HouseMojo

Small Space. Big Life.

Ditching the dreaming

We spent the past couple of days on a slap-bang road trip to Phoenix, land of many, many air-conditioned buildings. We had a great time visiting family (the reason for the trip) and gasping in shock at the temperature, which swung from a low of 95 degrees (at 2:30 a.m.) to a high of somewhere over 110 degrees (midday). We didn’t do much else, since how are you supposed to be a tourist in a city that resembles nothing so much as a wood-fired oven?

Instead of becoming acquainted with the incredibly overbuilt and smooth-as-butter roads that make up the greater Phoenix metropolitan area, we stayed indoors and were amazed by the wonder of the modern world that is air-conditioning. (Think about it for a minute. Artificial refrigeration? A-ma-zing. Without it there is NO WAY Phoenix would be the sixth-largest city in the U.S.).

I spent no time online this weekend, since I didn’t bother taking my laptop with me. This means that I took a break from some of the blogs I’ve been following. It’s a short break, sure, but it’s still a break. I didn’t check the blogs Friday, because I was getting ready for the trip; Saturday and Sunday we were under way; today (Monday) I spent the entire day running errands, doing laundry, and generally working on the house.

The result? I got a lot more done today than I imagined I would, including a seasonal purge of Thing Two’s wardrobe (she helped) that I’d been putting off for a couple of months. She now has only clothing that is the right size and that she likes to wear. I also discovered a major hole in her wardrobe — namely, underwear that fits her. Oops.

It’s a pretty sure bet that if I’d turned on the computer earlier today I would have accomplished much less than I did, with serious consequences for Thing Two’s underwear drawer. I’m forced to admit that reading blogs about housekeeping, design, lifestyle, and culinary adventures (yeah, I’m looking at you, Smitten Kitchen) does not directly translate into a graceful, beautiful, well-organized home filled with tempting delicacies. It does, however, contribute significantly to the slightly lumpy, derriere-shaped curves in the seat of my preferred armchair.

Reading these blogs has given me a mind richer with ideas, and a wider view of the world. Both of these are positive to me, and I enjoy them. But if I’m honest with myself I can’t pretend that they are better than a cozy, well-kept home, or that knowing someone’s secret recipe for blueberry cobbler is in any way a substitute for a complete and appropriate child’s wardrobe. I want to see a little more domestic magic happening here at home, in a very non-vicarious way, and there are only so many hours in a day. This means that I’m going to have to bring the way I spend my time in better alignment with what I know I value.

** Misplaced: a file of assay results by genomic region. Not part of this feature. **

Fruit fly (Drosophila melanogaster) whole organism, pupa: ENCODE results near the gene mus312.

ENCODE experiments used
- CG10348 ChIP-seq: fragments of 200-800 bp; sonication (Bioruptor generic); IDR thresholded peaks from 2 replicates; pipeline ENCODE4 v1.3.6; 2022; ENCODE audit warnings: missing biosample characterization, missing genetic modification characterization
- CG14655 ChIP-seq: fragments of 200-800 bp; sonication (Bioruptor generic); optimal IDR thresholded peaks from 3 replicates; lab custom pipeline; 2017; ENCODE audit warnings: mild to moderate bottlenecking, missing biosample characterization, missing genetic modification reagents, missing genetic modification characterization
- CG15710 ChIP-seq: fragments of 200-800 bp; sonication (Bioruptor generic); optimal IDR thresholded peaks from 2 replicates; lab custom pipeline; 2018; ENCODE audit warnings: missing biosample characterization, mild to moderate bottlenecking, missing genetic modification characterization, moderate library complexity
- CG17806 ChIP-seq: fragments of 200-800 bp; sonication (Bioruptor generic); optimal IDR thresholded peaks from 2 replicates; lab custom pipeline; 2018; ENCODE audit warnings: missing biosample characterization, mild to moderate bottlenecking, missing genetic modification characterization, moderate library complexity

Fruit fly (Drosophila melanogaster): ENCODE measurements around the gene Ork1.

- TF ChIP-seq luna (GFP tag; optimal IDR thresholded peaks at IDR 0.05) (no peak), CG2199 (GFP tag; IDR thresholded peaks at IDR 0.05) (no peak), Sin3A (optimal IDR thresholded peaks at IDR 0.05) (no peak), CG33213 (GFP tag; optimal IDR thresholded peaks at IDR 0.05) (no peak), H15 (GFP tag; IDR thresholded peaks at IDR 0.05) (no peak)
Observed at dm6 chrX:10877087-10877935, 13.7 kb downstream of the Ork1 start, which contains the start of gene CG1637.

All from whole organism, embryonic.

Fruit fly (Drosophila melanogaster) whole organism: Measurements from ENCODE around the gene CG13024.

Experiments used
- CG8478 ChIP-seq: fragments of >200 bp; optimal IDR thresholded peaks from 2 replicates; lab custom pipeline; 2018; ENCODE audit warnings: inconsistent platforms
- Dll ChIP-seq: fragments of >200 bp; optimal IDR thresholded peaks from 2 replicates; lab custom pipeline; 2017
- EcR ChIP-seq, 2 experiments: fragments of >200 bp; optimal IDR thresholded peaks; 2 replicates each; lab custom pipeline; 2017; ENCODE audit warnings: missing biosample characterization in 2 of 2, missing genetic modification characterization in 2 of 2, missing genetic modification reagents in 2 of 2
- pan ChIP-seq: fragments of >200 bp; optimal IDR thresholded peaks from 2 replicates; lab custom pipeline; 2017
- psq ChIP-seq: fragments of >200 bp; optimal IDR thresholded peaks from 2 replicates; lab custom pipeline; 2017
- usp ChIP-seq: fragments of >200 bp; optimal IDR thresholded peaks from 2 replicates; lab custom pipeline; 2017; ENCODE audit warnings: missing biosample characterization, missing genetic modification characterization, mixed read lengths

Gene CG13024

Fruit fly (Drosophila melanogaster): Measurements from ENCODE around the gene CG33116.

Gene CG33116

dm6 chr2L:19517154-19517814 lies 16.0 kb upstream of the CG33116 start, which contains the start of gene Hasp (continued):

How to do this is always a challenge, at least until it becomes a habit. I’m not kidding myself into thinking that I can quit my blogs cold turkey and never go back — I’m not into that form of deprivation. But maybe I can sneak a little weekly hiatus in there, give me a chance to switch out some dreaming for some doing. An Internet-free weekend might be the ticket, a mental break to let some of that online inspiration trickle down into our offline lives.

I’m curious, of course, as to whether or not this will work, or if I’ll just take the time I’d normally spend noodling around on the Web and instead spend it playing solitaire or reading cooking magazines. I’m curious about other people’s experiences. Does anyone out there successfully redirect their time when they do something like this? Inquiring minds want to know.

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2 thoughts on “Ditching the dreaming

  1. Whether I spend it in better activities or not, when I spend time off the computer I definitely interact with my family more. I guess that’s a better venture right there.

    Sometimes I do okay when I disconnect from the collective. Other times I just get fidgety and cranky. But I’m working on it.

    • I like the “disconnect from the collective” phrase. I find that I have less “need” of being online when I’m out in the community doing stuff — for example, on days I’ve been to our Farmer’s Market, I usually don’t really feel the need to read blogs. Maybe it just means I’ve gotten my social interaction quota for the day met elsewhere.

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